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Obit: MF Doom (1971-2020)

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Internets, The passing of the legendary MF Doom was a tragic way to end 2020, a year that already saw
 

Life in a Shanty Town

January 1 · Issue #265 · View online
The hip-hop newsletter that's not afraid to ask the tough questions

Internets,
The passing of the legendary MF Doom was a tragic way to end 2020, a year that already saw more than its fair share of disappointments including, this week alone, the deaths of Adolfo “Shabba Doo” Quinones and Ecstasy from Whodini, two early influences on my fashion sense.
It was especially tragic for me, since I started listening to Doom’s music before anyone else did. I actually prefer some of his more obscure works to the albums he’s most famous for. When I hear people say that Madvillainy is their favorite MF Doom album, I look down on them. But I don’t say anything, because I know this is a difficult time for everyone. I’m considerate like that.
No but really.
Doom actually died on Halloween, and I guess left instructions not to announce his passing until late in the afternoon on New Year’s Eve, as one does, in an intentional effort to put a damper on what already would have been a solemn, somber evening of watching the last few episodes of The Queen’s Gambit (HIGHLY RECOMMENDED, magical negro issues aside) and debating whether to rub one out before I got too wasted on Double Dog Dare Cabernet.
I won’t reveal my decision, out of respect for the late, great masked villain, other than to say the following:
1) The girl who played Beth is smokin’, in a neurologically atypical female chess expert sort of way (which might be my thing now).
2) I don’t think it was a mistake, or a coincidence, that every 15 minutes or so there’s a scene where she strips down to her underwear and changes outfits.
3) Nevertheless, her character is an excellent role model for women, even though this was obviously a work of fiction. Arguably, it should be filed under science fiction. I might email Netflix as soon as I get done typing this.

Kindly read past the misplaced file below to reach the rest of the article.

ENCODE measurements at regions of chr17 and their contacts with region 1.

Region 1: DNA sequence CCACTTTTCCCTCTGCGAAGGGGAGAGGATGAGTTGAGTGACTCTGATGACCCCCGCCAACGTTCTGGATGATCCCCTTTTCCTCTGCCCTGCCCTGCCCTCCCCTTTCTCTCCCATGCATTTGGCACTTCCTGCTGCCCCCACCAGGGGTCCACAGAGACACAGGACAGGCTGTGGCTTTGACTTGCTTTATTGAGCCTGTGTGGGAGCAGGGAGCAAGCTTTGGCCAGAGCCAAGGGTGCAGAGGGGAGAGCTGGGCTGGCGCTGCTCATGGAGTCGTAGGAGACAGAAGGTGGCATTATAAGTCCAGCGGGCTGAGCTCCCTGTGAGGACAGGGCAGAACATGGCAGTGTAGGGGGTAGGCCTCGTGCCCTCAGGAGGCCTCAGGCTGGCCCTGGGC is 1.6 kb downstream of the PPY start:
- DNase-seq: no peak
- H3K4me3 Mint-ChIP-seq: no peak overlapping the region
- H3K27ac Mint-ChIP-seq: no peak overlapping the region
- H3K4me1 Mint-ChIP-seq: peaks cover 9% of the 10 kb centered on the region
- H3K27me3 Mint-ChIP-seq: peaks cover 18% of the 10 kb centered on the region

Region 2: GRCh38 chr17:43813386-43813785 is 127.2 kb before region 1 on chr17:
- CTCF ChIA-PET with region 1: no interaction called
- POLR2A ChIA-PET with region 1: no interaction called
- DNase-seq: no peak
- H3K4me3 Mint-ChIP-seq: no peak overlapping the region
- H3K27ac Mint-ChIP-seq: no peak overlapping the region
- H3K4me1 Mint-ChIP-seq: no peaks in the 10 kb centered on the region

4) Even the lady who played the perpetually drunken, ill-fated adoptive mother, under the right set of circumstances, could be of some use.
5) For those of you unwilling to fork over the $5, probably because I’m black, I’ll point out that I’m also into the lady who accused the black kid of stealing her iPhone. In fact, if she’s reading this, let me just state that I think she’s being treated unfairly, and I can be contacted at the address from which I send these emails.
Anyway, I’m not sure how I feel about this New Year’s Eve surprise. On the one hand, if Doom had waited until tomorrow, if not six months from now, since apparently he was a bit of a recluse (but not a rapist), an entire year would have gone by, in a sense, without us knowing he was dead, and it would have had the effect of not ruining my NYE festivities. But on the other hand, if they’d announced that he’d died on Halloween, people would have thought it was a hoax, possibly to avoid paying money to the many record labels and concert promoters he’s ripped off over the years, and it would have made for an amusing afternoon on social media.
Really, either of those options would have been better than what ended up happening—and that’s something for us to think about in 2021. Statistically, there’s a strong likelihood that not all of us will be here this time next year. 1 in every 1,000 Americans died in 2020, and Corona is not over yet. I heard they’re having a hard time giving out the vaccine to people who already work at the hospital (so it’s not like they don’t know where it is). Hopefully, nothing bad happens to any of my paid subscribers. Regardless, let’s try to be considerate of other people’s entertainment needs.
Take it easy on yourself,
Bol

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